Metro Atlanta native Kelly Smith Beaty, herself a former reality show personality, has gone viral with a sharply worded essay skewering how reality shows set in Atlanta portray African Americans.
The piece, titled “Will the Real Black People of Atlanta Please Stand Up?,” has claimed prime real estate on the Huffington Post site. It’s been “liked” more than 4,000 times on Facebook and generated hundreds of comments on Twitter and under the post itself.
“How is it that a city which was once the crowning jewel in the story of black America has allowed itself to be positioned as the melting pot of black affliction? The Atlanta that I knew and grew up in was one of great pride and self-respect. Our achievements were known across the globe, as people from far and wide would often respond, ‘Wow, I hear that black people are really doing their thing down there,’ when I would tell them I’m from Atlanta. Today that assertion is often met with, ‘Yoooo….I hear Atlanta’s got them bangin’ strip clubs.’…Really?!?”
Without naming shows, she makes thinly veiled references to “The Real Housewives of Atlanta” and “Love and Hip Hop: Atlanta.”
“If you’d like to make a reality show about prominent housewives, I’d suggest doing a retrospective on the wife of Alonzo Herndon – a former slave turned businessman who went on to found the Atlanta Life Insurance Company, became the city’s largest black property owner by 1900, and made history as Atlanta’s first black millionaire,” Beaty wrote. “His first wife’s name was Adrienne Herndon and she was a teacher at Atlanta University.”
She also suggested a reality show called “Love and Hard Hats,” noting that “Herman J. Russell successfully built one of the nation’s most profitable minority-owned business empires whose construction and real estate projects include the famed Hartsfield-Jackson International Airport, the Georgia Dome, Phillips Arena, and Turner Field.”
Beaty noted that “Lovette Twyman Russell, wife of the company’s current CEO, Michael Russell, is stylish, sassy, and savvy. I’ve never met her, but I’d bet she’s brimming with reality-worthy one-liners and sound bites.”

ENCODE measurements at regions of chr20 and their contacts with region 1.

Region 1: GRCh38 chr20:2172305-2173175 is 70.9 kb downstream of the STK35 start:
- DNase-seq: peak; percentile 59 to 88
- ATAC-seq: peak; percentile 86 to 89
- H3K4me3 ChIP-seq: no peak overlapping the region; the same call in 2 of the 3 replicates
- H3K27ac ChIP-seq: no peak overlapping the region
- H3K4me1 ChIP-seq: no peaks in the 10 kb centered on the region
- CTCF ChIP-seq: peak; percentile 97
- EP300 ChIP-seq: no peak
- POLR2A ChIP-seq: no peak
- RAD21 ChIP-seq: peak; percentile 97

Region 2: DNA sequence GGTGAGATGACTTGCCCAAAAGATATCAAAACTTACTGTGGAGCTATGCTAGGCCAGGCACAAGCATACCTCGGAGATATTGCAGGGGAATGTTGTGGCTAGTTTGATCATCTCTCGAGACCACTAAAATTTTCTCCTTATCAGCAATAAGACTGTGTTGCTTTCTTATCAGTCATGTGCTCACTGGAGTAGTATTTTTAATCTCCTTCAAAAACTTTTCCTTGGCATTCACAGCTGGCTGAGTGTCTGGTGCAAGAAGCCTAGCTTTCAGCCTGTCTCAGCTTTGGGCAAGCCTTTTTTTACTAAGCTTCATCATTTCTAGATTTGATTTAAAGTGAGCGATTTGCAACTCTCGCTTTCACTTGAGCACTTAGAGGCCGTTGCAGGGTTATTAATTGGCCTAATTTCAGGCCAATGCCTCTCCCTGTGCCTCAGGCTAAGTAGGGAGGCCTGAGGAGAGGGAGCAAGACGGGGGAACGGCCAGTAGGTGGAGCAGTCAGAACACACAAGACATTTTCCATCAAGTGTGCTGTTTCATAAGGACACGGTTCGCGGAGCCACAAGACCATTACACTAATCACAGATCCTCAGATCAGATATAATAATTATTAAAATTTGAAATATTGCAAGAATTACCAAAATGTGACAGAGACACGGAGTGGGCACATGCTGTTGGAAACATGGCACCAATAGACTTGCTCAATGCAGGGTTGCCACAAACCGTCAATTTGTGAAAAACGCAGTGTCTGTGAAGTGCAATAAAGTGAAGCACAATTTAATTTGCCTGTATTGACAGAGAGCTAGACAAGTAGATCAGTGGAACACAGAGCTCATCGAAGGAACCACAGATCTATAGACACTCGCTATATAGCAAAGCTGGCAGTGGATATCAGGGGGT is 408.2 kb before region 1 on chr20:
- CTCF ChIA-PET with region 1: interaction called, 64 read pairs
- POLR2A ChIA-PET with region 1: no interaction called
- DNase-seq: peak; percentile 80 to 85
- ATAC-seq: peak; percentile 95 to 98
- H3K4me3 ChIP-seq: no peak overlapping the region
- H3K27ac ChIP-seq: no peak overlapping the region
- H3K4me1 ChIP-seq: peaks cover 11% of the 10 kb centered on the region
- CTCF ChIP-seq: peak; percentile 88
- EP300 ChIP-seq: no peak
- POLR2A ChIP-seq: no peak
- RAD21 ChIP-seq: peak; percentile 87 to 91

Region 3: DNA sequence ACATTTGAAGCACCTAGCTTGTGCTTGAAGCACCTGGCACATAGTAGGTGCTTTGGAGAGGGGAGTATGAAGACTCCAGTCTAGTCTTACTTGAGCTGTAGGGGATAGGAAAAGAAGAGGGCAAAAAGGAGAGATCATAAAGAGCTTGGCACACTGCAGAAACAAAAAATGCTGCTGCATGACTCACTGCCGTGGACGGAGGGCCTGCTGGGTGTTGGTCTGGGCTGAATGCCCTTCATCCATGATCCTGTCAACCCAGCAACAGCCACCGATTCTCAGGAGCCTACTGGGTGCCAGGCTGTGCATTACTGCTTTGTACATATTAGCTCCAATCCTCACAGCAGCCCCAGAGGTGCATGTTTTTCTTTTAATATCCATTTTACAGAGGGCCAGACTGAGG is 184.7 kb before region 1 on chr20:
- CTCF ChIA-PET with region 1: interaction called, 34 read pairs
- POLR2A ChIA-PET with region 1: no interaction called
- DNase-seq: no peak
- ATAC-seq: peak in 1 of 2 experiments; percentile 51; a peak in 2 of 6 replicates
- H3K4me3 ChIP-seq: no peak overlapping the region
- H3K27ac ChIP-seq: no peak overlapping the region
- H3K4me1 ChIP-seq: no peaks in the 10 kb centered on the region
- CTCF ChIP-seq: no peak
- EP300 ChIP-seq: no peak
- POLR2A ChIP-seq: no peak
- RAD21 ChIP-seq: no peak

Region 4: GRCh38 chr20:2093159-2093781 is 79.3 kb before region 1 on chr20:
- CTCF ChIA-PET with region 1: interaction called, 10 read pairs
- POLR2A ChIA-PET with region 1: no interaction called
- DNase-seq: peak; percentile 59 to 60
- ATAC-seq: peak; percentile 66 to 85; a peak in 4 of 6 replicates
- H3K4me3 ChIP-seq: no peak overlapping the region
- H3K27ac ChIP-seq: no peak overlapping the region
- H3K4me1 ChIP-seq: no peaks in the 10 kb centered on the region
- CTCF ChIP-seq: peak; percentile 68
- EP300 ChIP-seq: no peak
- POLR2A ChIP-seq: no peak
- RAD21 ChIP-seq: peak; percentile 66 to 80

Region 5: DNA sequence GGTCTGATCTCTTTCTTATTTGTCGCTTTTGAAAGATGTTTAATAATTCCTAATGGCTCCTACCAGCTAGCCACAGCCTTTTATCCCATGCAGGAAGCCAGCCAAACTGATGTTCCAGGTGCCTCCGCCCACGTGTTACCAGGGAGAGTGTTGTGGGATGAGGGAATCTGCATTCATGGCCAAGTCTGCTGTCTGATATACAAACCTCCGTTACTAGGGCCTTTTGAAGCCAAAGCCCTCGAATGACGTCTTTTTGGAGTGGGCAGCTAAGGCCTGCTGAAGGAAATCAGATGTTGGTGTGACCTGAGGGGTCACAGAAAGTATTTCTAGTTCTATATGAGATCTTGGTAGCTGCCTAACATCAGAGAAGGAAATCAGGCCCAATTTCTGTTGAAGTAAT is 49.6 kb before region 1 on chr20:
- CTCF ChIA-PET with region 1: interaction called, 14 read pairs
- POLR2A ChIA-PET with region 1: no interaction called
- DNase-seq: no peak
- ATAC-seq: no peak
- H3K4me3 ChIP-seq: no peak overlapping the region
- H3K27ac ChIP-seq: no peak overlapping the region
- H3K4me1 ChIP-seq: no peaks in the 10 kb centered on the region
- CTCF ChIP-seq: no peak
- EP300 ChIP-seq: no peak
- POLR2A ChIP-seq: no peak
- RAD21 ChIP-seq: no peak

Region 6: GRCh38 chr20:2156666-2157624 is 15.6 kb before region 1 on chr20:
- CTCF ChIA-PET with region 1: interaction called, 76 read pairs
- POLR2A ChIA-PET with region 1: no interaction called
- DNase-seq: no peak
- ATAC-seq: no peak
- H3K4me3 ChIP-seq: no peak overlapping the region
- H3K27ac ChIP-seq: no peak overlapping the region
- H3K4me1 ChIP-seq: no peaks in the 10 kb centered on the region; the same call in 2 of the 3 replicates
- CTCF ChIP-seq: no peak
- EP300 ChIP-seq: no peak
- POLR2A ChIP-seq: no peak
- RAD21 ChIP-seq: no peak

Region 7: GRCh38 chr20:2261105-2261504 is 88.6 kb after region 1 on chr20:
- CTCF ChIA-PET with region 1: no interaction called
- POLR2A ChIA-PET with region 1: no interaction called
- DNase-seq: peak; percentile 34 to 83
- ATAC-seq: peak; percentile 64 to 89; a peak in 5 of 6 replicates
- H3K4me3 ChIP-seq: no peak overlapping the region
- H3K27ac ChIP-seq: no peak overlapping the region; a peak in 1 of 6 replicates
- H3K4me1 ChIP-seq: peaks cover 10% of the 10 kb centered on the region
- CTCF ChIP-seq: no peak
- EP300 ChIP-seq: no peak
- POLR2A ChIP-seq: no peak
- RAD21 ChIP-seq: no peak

Russell told us that she started getting emails about the piece yesterday and had a chance to read it last night.
“Ms. Beaty sharply articulates the way most black Atlantans feel about how these reality shows portray us,” Russell said. “I was incredibly flattered by her remarks but even more impressed that she swiftly put pen to paper after watching such a degrading show. I would LOVE to meet her!”
In 2010, Beaty landed a spot on “The Apprentice.” (Here’s a link to an article my colleague Rodney Ho wrote about her at the time). Although she didn’t win, she said Donald Trump’s business oriented reality show was a good experience.
“Having been on ‘The Apprentice’ makes me interesting to some people so I get to have conversations that I may not have been able to before,” Beaty told the AJC. “I’m thankful for that. My life’s goal was never to be famous, but to be impactful, and slowly that is beginning to happen.”
A Spelman College alumnae who grew up in Fayetteville, Beaty now lives in New York and is vice president for marketing and communications for Dress for Success Worldwide, which provides professional attire and career help to disadvantaged women. She had no idea the response her piece would generate.
“At first it was mostly Atlantans saying, ‘Thank you for standing up for us.’ Now people who don’t even live in Atlanta are reaching out to me,” Beaty told us. “I’m definitely surprised by the response but I was literally just writing my frustrations. Apparently many people agree. Most people value decency, integrity, and pride and I think those who do, based on the responses, are ready to be heard.”
She wrote the piece after being fed up with how reality television portrays her hometown.
“People believe what they see on TV so to put Atlanta’s name on (such shows) is an affront to our city,” she said. “I don’t know what the laws are about usage of Atlanta’s name, but that should be illegal. It’s defamation.”
Beaty said she is working to relaunch a New York-based organization called Black Women for Black Girls, and keeps in touch with friends from home, including the head of an organization called Living Water for Girls, which serves girls who have been sexually abused or exploited.
“Much in this world that needs to changed so many causes that need to be championed,” Beaty said. “It’s a great privilege to help move what matters to me.”